This international sporting event attracted an estimated 645,000 spectators from around the world.

In addition to the spectators, there were 5,284 credentialed participants at Richmond 2015, including athletes and their supporting staff, UCI and Richmond 2015 organizers, race officials and staff, and media representatives and journalists.

An intercept survey we performed during the event found that spending by visitors to Richmond 2015 generated an estimated $138.4 million in economic impact (direct, indirect, and induced) in the Richmond metropolitan statistical area (MSA), and $145.9 million in Virginia.

Combining event organization and visitor spending, the total economic impact of Richmond 2015 was estimated at $161.5 million (direct, indirect, and induced) in the Richmond MSA and $169.8 million in Virginia.

See the full economic impact and survey results here: The Economic Impact of Richmond 2015 in Richmond MSA and Virginia (PDF).

Economic Impact: Manufacturing sector is changing

The manufacturing sector often gets a bad rap.

After all, who wants to do physical work for a declining industry in a dirty factory for relatively low wages?

Each one of those impressions has a historical root of truth, but times, they are a-changin’.

The manufacturing sector is typically more cyclical than other industries, such as health care and professional business services. That is, it tends to lay off a larger percentage of its workforce during recessions because of reduced demands for goods produced.

This is especially true of industries that produce expensive durable goods, such as cars, refrigerators and furniture, that consumers delay purchasing during downturns for fear that they won’t be able to pay off the credit used to buy the items if they lose their jobs.

Long-term trends show manufacturing employment peaked in the nation at 19.5 million jobs in mid-1979 and hit a low of 11.5 million in early 2010 as the nation recovered from the last recession.

Since then, manufacturers have added 864,000 jobs. Looking to the next 10 years, the U.S. Bureau of Labor Statistics conservatively estimates that at least 2.8 million positions will open up in manufacturing as workers retire or move on to new occupations.

In Virginia and the Richmond area, manufacturing employment has increased from its post-recession trough.

According to the Virginia Economic Development Partnership, expansion announcements in 2014 and 2015 by manufacturing firms eventually will add 12,118 jobs to the state — 3,416 of those jobs are expected in the Richmond area.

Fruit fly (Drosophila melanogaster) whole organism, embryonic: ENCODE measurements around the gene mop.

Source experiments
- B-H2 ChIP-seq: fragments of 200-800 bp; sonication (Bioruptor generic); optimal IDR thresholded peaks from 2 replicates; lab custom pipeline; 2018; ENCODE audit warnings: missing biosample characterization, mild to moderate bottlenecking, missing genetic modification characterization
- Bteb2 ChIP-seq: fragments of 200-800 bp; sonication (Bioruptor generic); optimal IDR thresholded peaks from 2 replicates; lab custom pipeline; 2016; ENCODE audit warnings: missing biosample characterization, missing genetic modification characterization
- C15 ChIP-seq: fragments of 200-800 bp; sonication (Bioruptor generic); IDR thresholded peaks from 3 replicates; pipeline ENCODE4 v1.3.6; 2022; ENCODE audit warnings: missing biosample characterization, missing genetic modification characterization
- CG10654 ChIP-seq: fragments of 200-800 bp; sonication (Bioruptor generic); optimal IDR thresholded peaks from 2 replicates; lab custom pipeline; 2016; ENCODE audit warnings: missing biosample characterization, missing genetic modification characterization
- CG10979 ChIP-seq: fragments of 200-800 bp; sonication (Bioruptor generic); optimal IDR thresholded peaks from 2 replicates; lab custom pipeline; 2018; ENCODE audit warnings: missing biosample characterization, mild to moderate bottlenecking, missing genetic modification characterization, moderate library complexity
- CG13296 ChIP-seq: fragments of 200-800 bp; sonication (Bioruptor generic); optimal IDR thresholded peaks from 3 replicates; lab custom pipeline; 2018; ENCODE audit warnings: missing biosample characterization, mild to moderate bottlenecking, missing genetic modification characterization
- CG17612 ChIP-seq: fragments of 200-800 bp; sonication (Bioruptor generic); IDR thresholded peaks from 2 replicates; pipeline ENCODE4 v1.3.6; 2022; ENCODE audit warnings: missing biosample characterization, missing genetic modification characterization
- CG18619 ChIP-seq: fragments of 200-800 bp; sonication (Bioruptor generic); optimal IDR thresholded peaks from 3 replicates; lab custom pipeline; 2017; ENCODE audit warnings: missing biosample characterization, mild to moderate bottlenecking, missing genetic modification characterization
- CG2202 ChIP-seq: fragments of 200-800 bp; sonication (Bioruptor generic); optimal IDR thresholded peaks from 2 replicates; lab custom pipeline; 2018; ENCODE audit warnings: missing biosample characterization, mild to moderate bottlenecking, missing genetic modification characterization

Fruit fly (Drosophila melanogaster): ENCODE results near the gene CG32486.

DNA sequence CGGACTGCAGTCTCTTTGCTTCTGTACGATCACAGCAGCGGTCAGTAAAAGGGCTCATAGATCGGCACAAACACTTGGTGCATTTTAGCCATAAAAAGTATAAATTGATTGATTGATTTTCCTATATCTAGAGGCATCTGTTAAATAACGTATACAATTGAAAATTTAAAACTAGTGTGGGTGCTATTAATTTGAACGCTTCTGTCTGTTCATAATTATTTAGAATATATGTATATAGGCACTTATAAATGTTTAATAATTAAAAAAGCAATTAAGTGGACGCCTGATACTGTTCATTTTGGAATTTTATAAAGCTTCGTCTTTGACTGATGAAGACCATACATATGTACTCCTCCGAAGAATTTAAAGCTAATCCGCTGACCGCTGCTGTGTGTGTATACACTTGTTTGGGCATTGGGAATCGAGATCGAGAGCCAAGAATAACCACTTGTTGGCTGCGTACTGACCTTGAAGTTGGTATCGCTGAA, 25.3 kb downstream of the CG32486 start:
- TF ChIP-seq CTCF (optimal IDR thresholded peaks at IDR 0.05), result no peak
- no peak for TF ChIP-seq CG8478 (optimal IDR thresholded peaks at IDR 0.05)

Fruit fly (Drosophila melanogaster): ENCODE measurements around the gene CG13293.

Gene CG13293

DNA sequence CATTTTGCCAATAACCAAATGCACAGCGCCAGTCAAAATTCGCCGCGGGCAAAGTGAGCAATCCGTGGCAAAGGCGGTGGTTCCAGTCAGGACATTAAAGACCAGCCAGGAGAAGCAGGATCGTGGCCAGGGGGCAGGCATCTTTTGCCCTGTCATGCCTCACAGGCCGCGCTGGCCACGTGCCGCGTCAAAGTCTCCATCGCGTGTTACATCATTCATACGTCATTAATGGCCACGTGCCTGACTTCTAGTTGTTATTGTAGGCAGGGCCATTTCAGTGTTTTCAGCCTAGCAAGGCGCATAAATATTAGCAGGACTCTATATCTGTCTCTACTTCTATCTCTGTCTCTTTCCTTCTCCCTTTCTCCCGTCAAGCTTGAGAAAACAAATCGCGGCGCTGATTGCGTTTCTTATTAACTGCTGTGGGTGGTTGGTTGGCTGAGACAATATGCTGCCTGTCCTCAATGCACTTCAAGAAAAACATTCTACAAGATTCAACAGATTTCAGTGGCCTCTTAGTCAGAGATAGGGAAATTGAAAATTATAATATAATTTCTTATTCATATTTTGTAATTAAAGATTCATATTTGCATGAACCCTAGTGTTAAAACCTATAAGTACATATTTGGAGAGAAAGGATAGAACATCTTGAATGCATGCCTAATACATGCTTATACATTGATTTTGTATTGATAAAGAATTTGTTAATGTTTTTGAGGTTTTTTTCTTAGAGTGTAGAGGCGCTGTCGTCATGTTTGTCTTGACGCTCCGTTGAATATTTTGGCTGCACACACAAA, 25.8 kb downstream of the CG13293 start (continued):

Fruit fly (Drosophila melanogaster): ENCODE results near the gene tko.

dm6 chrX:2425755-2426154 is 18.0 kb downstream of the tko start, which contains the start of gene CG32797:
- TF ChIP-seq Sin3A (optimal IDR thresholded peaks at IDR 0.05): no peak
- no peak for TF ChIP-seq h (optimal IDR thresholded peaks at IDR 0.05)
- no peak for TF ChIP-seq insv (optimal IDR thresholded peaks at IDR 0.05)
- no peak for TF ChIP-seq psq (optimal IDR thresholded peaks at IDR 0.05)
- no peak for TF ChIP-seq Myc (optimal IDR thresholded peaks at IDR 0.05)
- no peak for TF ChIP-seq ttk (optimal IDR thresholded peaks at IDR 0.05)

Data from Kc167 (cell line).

Movies such as “Rocky” remind us of hard, labor-intensive work at factories, even though the dirty old factory is from a bygone era.

What was once made from brute labor is now created with programmable robotics and simulation models.

And if you still think factory floors are dirty, look at the images of the Rolls-Royce airplane engine plant in Prince George County. You’ll see clean and sheen flooring with suspended equipment, looking more like a laboratory than a factory floor.

Manufacturing jobs also pay very well.

In the nation, they average an annual $63,154 in the first quarter of 2015, compared with $51,656 for all industries in total. The wage for an average manufacturing job stood at $61,659 in the Richmond area during the same time period compared with $50,082 for all jobs in our region.

Turkey By the Numbers

As the most common main dish of Thanksgiving dinner, turkey prices have a large impact on the overall price of the holiday meal. The average price per pound of a frozen whole turkey rose 1.3% last month from September to $1.56 according to data from the U.S. Bureau of Labor Statistics. But turkey prices have been coming down over the past two years. From October 2014, the price was down 6.5% and was 14.3% lower than its September 2013 peak of $1.82 per pound.

Average Consumer Price, Frozen Whole TurkeysAverage Consumer Price, Frozen Whole Turkeys

For six straight years beginning in 2009, turkey prices have declined from October to November suggesting that the average price paid this month may actually be less than $1.56 per pound.

Turkey prices have risen faster than overall inflation over the past decade, increasing 37% compared with a 19% increase in overall consumer prices.

And where are all those turkeys produced around the nation?  Based on the number of people employed, Minnesota and North Carolina topped the list in the first quarter of 2015 with 890 and 870 employees, respectively.  Missouri (527 workers), California (513), Ohio (292), and Indiana (286) make up the other states that employ at least 200 people in turkey production.

Top 10 States by Employment, Turkey Production (NAICS 112330)Top 10 States by Employment, Turkey Production (NAICS 112330)